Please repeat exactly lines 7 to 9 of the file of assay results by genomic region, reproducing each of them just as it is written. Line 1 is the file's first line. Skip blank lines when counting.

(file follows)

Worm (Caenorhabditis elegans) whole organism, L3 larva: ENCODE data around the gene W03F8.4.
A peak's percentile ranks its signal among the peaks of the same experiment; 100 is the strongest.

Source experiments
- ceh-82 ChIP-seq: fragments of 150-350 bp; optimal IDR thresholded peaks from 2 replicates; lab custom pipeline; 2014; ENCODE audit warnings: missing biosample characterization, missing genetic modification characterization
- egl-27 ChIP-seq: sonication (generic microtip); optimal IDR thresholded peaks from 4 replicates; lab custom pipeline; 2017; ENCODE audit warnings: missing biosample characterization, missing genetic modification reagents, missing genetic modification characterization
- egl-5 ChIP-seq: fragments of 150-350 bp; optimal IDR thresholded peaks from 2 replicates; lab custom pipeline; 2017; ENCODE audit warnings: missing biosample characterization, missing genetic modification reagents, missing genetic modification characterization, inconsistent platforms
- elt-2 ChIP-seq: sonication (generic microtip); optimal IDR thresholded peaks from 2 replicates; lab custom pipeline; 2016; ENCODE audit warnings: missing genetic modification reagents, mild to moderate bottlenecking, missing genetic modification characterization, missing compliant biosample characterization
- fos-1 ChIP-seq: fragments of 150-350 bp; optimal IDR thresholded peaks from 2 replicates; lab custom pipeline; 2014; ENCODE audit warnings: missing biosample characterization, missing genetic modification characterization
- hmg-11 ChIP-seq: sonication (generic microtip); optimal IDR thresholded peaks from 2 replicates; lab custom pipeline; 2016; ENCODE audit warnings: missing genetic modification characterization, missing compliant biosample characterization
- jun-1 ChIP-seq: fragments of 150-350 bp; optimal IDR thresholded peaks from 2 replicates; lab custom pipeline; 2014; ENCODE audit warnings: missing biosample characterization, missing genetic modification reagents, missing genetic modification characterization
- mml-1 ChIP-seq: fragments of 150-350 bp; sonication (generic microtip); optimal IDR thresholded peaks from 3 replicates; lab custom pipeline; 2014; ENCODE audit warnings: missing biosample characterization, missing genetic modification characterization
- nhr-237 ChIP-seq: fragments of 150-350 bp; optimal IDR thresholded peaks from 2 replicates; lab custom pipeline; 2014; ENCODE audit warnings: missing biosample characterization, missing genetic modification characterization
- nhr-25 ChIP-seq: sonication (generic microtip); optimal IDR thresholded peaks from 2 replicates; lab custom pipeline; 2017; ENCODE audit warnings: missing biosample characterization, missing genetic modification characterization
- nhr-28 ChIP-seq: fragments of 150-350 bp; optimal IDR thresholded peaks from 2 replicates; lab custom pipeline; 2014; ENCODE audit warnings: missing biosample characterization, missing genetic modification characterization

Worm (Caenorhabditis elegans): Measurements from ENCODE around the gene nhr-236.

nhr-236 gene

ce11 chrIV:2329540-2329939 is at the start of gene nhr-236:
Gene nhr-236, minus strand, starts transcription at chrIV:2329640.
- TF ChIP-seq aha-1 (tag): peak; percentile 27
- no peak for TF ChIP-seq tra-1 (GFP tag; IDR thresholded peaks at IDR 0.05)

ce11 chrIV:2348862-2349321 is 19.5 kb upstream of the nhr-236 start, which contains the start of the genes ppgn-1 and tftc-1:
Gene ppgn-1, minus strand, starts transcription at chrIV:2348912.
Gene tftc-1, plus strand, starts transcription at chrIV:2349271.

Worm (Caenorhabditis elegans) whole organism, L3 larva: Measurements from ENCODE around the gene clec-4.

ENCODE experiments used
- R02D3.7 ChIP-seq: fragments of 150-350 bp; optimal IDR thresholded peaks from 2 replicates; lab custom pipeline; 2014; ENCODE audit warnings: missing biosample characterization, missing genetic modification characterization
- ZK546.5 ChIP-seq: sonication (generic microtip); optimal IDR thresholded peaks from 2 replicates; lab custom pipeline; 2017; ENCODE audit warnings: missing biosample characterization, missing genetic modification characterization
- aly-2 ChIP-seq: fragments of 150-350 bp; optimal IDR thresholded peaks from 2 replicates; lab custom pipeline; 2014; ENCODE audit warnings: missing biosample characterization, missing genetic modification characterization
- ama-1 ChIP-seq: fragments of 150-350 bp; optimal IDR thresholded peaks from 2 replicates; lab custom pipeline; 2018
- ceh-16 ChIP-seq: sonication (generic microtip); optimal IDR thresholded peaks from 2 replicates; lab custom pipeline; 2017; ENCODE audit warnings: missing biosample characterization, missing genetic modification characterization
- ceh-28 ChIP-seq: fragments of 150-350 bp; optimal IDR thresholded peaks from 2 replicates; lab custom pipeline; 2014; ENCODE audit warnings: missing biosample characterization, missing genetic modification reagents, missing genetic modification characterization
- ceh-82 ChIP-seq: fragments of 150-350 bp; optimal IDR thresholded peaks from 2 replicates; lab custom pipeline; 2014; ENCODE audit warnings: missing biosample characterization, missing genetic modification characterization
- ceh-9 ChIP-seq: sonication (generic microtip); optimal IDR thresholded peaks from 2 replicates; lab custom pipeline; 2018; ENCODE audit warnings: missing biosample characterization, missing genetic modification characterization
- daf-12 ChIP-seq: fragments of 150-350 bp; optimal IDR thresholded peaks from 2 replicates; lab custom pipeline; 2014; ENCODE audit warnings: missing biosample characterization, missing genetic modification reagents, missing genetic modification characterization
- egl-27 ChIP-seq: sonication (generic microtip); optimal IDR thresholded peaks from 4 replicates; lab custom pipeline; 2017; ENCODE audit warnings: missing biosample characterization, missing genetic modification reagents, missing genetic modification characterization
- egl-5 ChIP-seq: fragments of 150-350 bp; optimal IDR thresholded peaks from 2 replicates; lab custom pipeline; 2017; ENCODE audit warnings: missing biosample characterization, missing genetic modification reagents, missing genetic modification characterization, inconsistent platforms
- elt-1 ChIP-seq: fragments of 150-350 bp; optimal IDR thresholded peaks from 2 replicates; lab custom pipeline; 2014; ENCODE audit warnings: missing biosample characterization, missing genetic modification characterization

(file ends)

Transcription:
- elt-2 ChIP-seq: sonication (generic microtip); optimal IDR thresholded peaks from 2 replicates; lab custom pipeline; 2016; ENCODE audit warnings: missing genetic modification reagents, mild to moderate bottlenecking, missing genetic modification characterization, missing compliant biosample characterization
- fos-1 ChIP-seq: fragments of 150-350 bp; optimal IDR thresholded peaks from 2 replicates; lab custom pipeline; 2014; ENCODE audit warnings: missing biosample characterization, missing genetic modification characterization
- hmg-11 ChIP-seq: sonication (generic microtip); optimal IDR thresholded peaks from 2 replicates; lab custom pipeline; 2016; ENCODE audit warnings: missing genetic modification characterization, missing compliant biosample characterization